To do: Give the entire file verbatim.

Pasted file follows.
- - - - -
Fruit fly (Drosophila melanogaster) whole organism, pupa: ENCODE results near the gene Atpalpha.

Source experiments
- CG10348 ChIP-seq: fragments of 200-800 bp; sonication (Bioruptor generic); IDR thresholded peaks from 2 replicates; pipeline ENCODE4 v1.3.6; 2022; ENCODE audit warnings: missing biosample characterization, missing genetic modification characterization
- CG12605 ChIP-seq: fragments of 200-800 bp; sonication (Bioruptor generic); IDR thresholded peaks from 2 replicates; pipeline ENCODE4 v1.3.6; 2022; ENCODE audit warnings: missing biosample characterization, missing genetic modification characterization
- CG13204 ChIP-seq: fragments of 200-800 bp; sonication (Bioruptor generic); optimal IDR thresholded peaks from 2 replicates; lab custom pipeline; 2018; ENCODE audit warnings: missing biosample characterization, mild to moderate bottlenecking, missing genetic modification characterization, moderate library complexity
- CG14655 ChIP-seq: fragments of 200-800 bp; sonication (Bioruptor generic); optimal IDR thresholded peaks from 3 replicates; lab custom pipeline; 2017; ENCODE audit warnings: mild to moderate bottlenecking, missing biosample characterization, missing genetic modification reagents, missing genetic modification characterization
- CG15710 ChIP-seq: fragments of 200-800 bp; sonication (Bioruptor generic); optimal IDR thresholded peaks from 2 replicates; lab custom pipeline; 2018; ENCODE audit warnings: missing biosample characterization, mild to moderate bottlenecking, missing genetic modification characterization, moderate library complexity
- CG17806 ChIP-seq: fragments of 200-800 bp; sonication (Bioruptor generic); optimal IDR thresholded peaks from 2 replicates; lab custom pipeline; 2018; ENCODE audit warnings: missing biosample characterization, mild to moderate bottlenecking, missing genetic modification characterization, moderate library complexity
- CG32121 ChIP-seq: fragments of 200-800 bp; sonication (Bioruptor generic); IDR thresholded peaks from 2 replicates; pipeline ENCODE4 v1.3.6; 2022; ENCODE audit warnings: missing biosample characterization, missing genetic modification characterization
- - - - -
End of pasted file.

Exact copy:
Fruit fly (Drosophila melanogaster) whole organism, pupa: ENCODE results near the gene Atpalpha.

Source experiments
- CG10348 ChIP-seq: fragments of 200-800 bp; sonication (Bioruptor generic); IDR thresholded peaks from 2 replicates; pipeline ENCODE4 v1.3.6; 2022; ENCODE audit warnings: missing biosample characterization, missing genetic modification characterization
- CG12605 ChIP-seq: fragments of 200-800 bp; sonication (Bioruptor generic); IDR thresholded peaks from 2 replicates; pipeline ENCODE4 v1.3.6; 2022; ENCODE audit warnings: missing biosample characterization, missing genetic modification characterization
- CG13204 ChIP-seq: fragments of 200-800 bp; sonication (Bioruptor generic); optimal IDR thresholded peaks from 2 replicates; lab custom pipeline; 2018; ENCODE audit warnings: missing biosample characterization, mild to moderate bottlenecking, missing genetic modification characterization, moderate library complexity
- CG14655 ChIP-seq: fragments of 200-800 bp; sonication (Bioruptor generic); optimal IDR thresholded peaks from 3 replicates; lab custom pipeline; 2017; ENCODE audit warnings: mild to moderate bottlenecking, missing biosample characterization, missing genetic modification reagents, missing genetic modification characterization
- CG15710 ChIP-seq: fragments of 200-800 bp; sonication (Bioruptor generic); optimal IDR thresholded peaks from 2 replicates; lab custom pipeline; 2018; ENCODE audit warnings: missing biosample characterization, mild to moderate bottlenecking, missing genetic modification characterization, moderate library complexity
- CG17806 ChIP-seq: fragments of 200-800 bp; sonication (Bioruptor generic); optimal IDR thresholded peaks from 2 replicates; lab custom pipeline; 2018; ENCODE audit warnings: missing biosample characterization, mild to moderate bottlenecking, missing genetic modification characterization, moderate library complexity
- CG32121 ChIP-seq: fragments of 200-800 bp; sonication (Bioruptor generic); IDR thresholded peaks from 2 replicates; pipeline ENCODE4 v1.3.6; 2022; ENCODE audit warnings: missing biosample characterization, missing genetic modification characterization